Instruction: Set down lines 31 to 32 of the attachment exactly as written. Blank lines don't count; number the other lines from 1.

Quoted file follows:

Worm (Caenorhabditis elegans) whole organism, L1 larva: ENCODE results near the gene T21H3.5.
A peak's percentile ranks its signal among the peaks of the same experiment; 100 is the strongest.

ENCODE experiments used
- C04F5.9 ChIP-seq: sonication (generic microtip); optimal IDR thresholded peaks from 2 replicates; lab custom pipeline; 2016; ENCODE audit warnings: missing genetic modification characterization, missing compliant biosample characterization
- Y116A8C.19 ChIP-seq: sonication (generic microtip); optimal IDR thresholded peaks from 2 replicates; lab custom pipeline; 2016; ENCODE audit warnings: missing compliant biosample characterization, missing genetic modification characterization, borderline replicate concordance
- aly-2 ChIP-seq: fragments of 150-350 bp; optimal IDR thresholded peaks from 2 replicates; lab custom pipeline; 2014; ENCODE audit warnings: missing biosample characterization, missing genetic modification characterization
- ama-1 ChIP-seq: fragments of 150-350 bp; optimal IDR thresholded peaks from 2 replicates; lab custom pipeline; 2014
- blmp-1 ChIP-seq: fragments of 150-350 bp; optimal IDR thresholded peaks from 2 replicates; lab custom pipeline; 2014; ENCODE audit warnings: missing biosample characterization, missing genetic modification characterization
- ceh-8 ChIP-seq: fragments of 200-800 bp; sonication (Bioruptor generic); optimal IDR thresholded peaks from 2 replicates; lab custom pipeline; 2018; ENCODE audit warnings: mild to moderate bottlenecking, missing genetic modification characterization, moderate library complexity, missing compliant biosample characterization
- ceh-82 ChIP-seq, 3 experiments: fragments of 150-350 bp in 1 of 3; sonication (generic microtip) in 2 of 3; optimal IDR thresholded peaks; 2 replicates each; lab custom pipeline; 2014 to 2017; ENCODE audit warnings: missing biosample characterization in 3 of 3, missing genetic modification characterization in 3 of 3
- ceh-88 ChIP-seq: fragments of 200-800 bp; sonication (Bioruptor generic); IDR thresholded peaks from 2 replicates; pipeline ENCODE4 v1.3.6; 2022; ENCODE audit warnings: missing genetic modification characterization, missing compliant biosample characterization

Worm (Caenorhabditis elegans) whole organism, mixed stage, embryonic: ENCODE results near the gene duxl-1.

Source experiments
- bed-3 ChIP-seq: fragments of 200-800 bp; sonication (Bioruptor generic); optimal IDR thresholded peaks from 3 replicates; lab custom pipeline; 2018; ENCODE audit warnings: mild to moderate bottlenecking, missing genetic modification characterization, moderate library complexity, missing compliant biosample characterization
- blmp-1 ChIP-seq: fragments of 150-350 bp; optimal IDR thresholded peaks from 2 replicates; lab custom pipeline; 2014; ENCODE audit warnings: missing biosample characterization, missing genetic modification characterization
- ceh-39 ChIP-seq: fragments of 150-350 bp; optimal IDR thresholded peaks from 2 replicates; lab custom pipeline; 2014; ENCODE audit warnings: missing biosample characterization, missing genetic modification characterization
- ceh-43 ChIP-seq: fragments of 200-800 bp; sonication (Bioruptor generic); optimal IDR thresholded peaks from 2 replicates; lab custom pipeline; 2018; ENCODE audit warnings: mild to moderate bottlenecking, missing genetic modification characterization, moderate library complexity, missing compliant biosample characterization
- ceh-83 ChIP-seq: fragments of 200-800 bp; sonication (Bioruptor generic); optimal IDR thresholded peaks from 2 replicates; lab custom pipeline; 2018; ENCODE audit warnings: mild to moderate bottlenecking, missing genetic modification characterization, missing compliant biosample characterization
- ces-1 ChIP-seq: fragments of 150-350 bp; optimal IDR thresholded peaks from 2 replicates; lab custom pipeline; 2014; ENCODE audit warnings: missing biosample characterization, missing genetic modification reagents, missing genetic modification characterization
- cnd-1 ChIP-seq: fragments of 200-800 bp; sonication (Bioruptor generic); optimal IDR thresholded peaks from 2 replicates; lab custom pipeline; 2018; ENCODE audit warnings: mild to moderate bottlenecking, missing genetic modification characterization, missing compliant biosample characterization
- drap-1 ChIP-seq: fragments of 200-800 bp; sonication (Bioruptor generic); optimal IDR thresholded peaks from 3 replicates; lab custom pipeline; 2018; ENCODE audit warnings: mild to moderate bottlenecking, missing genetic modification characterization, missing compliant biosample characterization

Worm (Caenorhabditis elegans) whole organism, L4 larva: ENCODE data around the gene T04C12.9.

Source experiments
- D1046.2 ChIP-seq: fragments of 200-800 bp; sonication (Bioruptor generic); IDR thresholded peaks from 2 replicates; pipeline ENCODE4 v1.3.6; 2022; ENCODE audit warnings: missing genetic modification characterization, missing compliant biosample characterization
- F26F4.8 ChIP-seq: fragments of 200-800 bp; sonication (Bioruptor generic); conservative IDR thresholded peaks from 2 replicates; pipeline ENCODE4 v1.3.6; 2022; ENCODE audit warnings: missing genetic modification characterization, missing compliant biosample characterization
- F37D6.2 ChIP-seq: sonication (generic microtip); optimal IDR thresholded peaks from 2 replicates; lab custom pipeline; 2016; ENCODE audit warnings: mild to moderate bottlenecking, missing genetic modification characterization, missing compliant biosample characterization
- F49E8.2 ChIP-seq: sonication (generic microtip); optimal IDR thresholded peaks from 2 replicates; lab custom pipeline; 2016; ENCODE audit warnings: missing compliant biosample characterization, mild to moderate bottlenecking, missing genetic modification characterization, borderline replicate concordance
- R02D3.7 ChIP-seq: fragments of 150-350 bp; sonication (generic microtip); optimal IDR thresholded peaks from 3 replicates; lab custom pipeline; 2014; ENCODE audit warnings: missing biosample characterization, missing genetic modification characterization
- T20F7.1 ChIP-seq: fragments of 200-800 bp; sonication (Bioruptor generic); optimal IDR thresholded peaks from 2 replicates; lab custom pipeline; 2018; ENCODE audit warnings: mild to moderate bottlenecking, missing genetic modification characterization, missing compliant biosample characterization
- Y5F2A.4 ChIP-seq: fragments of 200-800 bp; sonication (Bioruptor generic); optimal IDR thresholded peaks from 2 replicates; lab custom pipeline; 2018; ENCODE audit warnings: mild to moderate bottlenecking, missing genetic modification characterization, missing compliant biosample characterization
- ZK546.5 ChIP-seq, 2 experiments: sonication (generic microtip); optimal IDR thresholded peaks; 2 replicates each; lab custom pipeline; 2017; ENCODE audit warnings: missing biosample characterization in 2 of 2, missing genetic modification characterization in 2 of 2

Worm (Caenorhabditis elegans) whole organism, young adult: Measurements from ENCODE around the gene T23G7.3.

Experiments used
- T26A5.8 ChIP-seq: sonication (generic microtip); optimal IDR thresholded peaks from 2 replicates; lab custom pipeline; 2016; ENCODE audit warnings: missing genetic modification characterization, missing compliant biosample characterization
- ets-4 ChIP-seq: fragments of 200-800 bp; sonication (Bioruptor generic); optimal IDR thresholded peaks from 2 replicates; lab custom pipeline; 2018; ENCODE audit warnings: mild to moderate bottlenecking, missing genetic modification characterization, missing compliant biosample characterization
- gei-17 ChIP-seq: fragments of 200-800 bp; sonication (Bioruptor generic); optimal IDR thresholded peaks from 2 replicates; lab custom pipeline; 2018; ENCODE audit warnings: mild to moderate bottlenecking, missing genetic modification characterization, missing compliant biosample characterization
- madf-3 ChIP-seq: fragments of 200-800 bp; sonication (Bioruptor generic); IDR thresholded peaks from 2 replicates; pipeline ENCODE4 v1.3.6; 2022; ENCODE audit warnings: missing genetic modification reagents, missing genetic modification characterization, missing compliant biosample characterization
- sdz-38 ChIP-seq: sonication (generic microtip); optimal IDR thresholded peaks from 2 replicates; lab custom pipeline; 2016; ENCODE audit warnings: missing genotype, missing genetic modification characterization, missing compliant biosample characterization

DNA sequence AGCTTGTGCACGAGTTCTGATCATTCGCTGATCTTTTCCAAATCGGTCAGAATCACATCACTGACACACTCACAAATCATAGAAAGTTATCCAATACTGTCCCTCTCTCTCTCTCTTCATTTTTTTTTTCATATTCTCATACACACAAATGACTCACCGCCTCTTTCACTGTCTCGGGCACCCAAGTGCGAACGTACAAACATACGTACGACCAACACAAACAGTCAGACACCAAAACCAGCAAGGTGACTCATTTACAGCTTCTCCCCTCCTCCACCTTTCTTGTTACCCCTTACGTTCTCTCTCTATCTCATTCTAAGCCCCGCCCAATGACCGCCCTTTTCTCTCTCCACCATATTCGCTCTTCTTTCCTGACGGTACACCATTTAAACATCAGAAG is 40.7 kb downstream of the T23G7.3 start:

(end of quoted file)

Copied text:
- ZK546.5 ChIP-seq, 2 experiments: sonication (generic microtip); optimal IDR thresholded peaks; 2 replicates each; lab custom pipeline; 2017; ENCODE audit warnings: missing biosample characterization in 2 of 2, missing genetic modification characterization in 2 of 2

Worm (Caenorhabditis elegans) whole organism, young adult: Measurements from ENCODE around the gene T23G7.3.